As for text entry, the carrier is promoting the keyboard feature as easy to use and ideal for users keen on action on social networking sites, along with those who like the idea of a having a new sort of mini-tablet. Turned on its side, the bottom screen can behave as the keyboard. Outside Japan, bloggers are already posing questions about what a two-screen form factor could mean with regard to predictions that the "phablet" form factor is poised for takeoff. The nuance is in bigger smartphones biting into established lines of smaller tablets. Estimates so far point to 2018 as the year phablets will show their strength in accounting for 25 percent of smartphone sales. At the same time, tech watchers have noted that power issues could keep two-screen form factors from marketplace takeoff right away, but the new Medias W is worth watching nonetheless.

Thursday, 24 January 2013

ByteLight



How it Works :


A smartphone/tablet device demodulates the visible light signal via the existing cameras. The mobile device then consults a cloud-based server, which maintains an association of light identifiers, content, and physical location. A smartphone/tablet device demodulates the visible light signal via the existing cameras. The mobile device then consults a cloud-based server, which maintains an association of light identifiers, content, and physical location.


With a GPS system, satellites overhead broadcast radio signals that your phone receives. In a ByteLight system, lightbulbs act as satellites, using light to beam information to your phone.
Each ByteLight has an identifier (similar to a MAC address). It broadcasts this identifier through the light itself – kind of like Morse Code, but through light. 

ByteLight Mobile App :

Create a digital content wall that's actually "in" a physical location. Anyone can view or share photos, notes, or other content while they're in one of your ByteLight enabled spaces.

The Lights :

Each light sends a unique signal that only your phone can see. With thousands of lights in an enterprise, ByteLight can be used for mapping and directions. With just a couple of lights in a home, the ByteLight mobile app is an exciting way to experience this technology.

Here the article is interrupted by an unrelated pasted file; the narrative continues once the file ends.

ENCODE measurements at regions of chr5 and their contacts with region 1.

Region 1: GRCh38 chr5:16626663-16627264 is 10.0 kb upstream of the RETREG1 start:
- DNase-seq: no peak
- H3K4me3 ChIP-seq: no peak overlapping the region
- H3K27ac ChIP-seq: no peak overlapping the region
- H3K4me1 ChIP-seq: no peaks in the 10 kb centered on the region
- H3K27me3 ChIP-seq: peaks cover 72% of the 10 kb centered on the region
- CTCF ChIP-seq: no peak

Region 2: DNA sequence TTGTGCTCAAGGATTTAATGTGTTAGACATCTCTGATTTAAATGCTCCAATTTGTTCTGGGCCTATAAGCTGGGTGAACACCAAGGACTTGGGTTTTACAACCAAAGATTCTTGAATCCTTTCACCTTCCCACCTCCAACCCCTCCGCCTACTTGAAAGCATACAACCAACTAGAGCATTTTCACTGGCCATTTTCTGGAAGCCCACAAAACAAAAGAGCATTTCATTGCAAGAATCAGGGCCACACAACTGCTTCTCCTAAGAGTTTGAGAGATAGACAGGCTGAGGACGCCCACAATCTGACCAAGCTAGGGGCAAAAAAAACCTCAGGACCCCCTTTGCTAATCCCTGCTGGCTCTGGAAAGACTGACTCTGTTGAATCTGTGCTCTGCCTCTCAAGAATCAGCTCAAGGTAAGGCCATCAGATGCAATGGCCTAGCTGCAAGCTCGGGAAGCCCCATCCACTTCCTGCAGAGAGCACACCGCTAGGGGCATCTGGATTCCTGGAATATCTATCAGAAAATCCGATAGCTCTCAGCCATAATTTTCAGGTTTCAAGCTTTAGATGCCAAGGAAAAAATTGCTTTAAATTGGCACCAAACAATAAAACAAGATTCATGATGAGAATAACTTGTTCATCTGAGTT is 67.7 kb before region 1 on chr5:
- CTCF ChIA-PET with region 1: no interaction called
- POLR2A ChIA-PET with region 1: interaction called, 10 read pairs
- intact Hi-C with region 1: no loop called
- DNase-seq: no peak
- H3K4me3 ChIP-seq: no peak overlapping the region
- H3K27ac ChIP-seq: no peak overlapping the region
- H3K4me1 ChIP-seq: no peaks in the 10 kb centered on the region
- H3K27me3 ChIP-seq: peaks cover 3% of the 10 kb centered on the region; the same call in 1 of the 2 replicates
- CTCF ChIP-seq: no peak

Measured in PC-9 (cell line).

Custom Plugins :

Integrate with home automation, connect to social networks, or even create an augmented reality gaming experience - any of this can be enabled using ByteLight. We’ve created a web based plugin editor to get you started building any plugin you can think of.








Thursday, 10 January 2013

Flexible Displays Shown By Samsung At CES 2013

LAS VEGAS (AP) — By showing off a phone with a flexible screen, Samsung is hinting at a day when we might fold up our large phone or tablet screens as if they were maps.
The Korean electronics company provided a glimpse of such a device at a keynote speech Wednesday at the International CES gadget show in Las Vegas. It's an annual showcase of the latest TVs, computers and other consumer-electronic devices.
WHAT IT IS: Brian Berkeley, head of Samsung Electronics Co.'s display lab in San Jose, California, demonstrated a phone that consists of a matchbox-sized hard enclosure, with a paper-thin, flexible color screen attached to one end. The screen doesn't appear flexible enough to fold in half like a piece of paper, but it could bend into a tube.
The company also showed a video of a future concept, with a phone-sized device that opens up like a book, revealing a tablet-sized screen inside.
HOW IT WORKS: The screen uses organic light-emitting diodes, or OLEDs. Only a thin layer of these chemicals is needed to produce a bright, colorful screen. They're used in many Samsung phones already, though with glass screens. For the bendable phone, Samsung laid the chemicals over thin plastic instead of glass. That's a trick you can't pull off with liquid crystals in standard displays.

Sunday, 6 January 2013

A Tablet that doubles as wireless charging mat



Fulton Innovation comes to CES each year armed with the latest tricks in the field of wireless charging, and this year is no exception. Starting things out with a bang, the purveyor of all things Qi will be on-hand to demonstrate its newest feat: the ability to charge your Qi-compatible phone... on the back of a tablet. Indeed, your 7- to 10-inch slate may someday be able to double as its own wireless charging mat, allowing you to feed battery from your tablet to your smartphone just by holding the two devices back-to-back.
Additionally, Fulton promises to show off a multi-device charging platform capable of powering up two devices simultaneously. Even better, this surface can recognize and adapt to the needs of each particular product -- in other words, tablets and smartphones can charge together on the same pad, each device receiving the proper amount of juice. Check out the video to see a few ideas Fulton is bringing to the table this week, and fortunately we'll get to take a closer look at all of them soon.